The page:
California biohazards: true or false?

A+sign+in+the+Disneyland+Resort+in+Anaheim%2C+California+displays+a+Proposition+65+warning.+
Back to Article
Back to Article

California biohazards: true or false?

A sign in the Disneyland Resort in Anaheim, California displays a Proposition 65 warning.

A sign in the Disneyland Resort in Anaheim, California displays a Proposition 65 warning.

A sign in the Disneyland Resort in Anaheim, California displays a Proposition 65 warning.

A sign in the Disneyland Resort in Anaheim, California displays a Proposition 65 warning.

Robert Loose, Reporter

Hang on for a minute...we're trying to find some more stories you might like.


“WARNING: This product contains chemicals known to the State of California to cause cancer and birth defects or other reproductive harm. (California law requires this warning to be given to customers in the State of California).”

California’s Proposition 65 states, “Any product with chemicals that may cause birth defects or cancer must have this label.” These warning labels are everywhere, often on products that don’t seem dangerous or chemical-based, such as hard plastics, ceramics, clothes, and even some foods. The question is, is this a problem?

“A lot of times what happens with that is in the research, when it’s shown, like in rats or something to be a problem,” said Natalie Paxton, chemistry teacher. “A lot of times, I wouldn’t be worried about that personally because the amount of exposure isn’t high enough to worry about.”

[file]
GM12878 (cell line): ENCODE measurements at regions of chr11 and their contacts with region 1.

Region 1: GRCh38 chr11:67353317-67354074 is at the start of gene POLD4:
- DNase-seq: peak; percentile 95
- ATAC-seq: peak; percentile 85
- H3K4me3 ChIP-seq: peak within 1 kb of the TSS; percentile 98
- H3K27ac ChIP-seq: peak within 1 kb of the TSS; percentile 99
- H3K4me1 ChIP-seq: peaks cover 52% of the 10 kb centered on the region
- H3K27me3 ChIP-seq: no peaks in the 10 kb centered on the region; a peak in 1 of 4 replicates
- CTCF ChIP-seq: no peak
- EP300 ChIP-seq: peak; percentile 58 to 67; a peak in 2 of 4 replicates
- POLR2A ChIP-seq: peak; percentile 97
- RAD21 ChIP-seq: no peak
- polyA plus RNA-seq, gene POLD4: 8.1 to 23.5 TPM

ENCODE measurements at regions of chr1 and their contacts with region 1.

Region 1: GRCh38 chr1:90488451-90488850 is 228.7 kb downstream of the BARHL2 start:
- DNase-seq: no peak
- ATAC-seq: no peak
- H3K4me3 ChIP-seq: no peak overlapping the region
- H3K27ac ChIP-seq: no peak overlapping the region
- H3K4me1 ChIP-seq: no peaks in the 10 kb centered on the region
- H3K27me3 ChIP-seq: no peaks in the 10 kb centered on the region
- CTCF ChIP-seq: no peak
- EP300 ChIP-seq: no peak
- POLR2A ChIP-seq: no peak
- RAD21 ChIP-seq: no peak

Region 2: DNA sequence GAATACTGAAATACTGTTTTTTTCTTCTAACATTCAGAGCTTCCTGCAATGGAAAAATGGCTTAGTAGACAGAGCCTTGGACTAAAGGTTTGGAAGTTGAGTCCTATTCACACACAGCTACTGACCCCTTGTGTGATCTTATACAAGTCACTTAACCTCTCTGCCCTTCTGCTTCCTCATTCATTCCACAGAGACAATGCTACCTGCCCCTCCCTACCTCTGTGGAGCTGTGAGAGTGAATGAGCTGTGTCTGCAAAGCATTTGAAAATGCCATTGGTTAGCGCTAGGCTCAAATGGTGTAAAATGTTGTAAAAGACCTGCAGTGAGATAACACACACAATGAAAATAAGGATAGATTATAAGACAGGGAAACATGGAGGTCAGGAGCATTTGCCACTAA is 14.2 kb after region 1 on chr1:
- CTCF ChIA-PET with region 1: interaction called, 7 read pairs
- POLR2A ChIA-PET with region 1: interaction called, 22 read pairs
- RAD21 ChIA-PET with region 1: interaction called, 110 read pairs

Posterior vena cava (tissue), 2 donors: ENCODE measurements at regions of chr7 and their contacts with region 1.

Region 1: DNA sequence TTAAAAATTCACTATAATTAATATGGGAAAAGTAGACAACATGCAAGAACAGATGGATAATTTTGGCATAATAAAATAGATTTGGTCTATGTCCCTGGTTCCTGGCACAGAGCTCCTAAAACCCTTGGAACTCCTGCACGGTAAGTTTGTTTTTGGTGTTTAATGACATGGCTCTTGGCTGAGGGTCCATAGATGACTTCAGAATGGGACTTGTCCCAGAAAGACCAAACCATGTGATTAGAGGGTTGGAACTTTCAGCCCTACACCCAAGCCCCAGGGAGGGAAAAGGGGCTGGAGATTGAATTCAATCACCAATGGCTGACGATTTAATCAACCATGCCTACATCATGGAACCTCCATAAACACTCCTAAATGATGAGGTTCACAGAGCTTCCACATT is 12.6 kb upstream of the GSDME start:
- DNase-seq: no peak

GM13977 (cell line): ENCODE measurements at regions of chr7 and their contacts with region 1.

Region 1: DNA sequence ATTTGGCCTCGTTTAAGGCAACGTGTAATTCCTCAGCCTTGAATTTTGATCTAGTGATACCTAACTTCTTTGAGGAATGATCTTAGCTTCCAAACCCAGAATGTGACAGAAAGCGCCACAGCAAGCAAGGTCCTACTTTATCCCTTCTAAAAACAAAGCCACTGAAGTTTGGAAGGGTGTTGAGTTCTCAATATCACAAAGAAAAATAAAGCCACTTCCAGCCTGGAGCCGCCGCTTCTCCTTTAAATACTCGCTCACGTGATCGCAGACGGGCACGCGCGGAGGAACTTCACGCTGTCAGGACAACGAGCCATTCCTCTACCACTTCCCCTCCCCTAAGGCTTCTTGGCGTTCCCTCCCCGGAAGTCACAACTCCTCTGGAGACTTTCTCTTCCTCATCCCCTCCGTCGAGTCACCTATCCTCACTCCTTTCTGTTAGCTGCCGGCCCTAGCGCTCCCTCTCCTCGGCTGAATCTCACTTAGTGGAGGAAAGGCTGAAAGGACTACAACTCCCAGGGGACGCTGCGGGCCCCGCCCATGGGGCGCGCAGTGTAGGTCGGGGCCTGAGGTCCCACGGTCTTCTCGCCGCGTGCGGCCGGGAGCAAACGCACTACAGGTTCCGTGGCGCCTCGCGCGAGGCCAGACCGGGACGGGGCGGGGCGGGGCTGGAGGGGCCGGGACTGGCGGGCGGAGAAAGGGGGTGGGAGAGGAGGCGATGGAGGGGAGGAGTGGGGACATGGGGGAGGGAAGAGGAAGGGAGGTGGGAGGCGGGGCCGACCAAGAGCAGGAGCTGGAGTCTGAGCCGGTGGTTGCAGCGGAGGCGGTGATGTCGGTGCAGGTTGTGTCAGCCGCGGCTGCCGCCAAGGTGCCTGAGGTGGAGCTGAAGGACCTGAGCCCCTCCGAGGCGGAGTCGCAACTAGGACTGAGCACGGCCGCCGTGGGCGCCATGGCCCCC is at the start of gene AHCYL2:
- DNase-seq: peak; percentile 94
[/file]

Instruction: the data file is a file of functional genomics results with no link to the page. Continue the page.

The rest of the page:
So if the amount of chemicals found in the product aren’t the problem, what is? According to biology teacher Michelle du Randt, the issue is less of a chemical problem, and more of a political backup. “The thing is that California is such a weird state with so much suing going on that I think that even if there is a slight chance that being carcinogenic or cancer causing they are going to put [the Warning] on there,”said du Randt.

According to the California Office of Health, there are over 30 court cases relating to Proposition 65, all of which brought up in California, including the case of Sierra Club, a woman who sued the CIC (Carcinogen Identification Committee) for not republishing the revised list of carcinogenic chemicals, resulting in a change to the revision of the list as well as how the list is changed.

However, not everyone is so dismissive of the labels. Tremiti Childs, Junior, is more cautious, not wanting to take a chance with things that are proven to have harmful effects. When asked if she would buy something normal with this tag on it, she stated she probably wouldn’t.

The State of California does tests with all the chemicals listed on Proposition 65 to ascertain their danger, including, but is not limited to” aloe vera (non-decolorized whole leaf extract, cited for cancer), asbestos (cited for cancer), and carbon monoxide (cited for Developmental Toxicity). This list is currently at several hundred chemicals, most of which will never be found outside a lab. Because of this, these products are rarely causes to worry, but user discretion is advised. For more information, http://www.watts.com/prop65.

 

Print Friendly, PDF & Email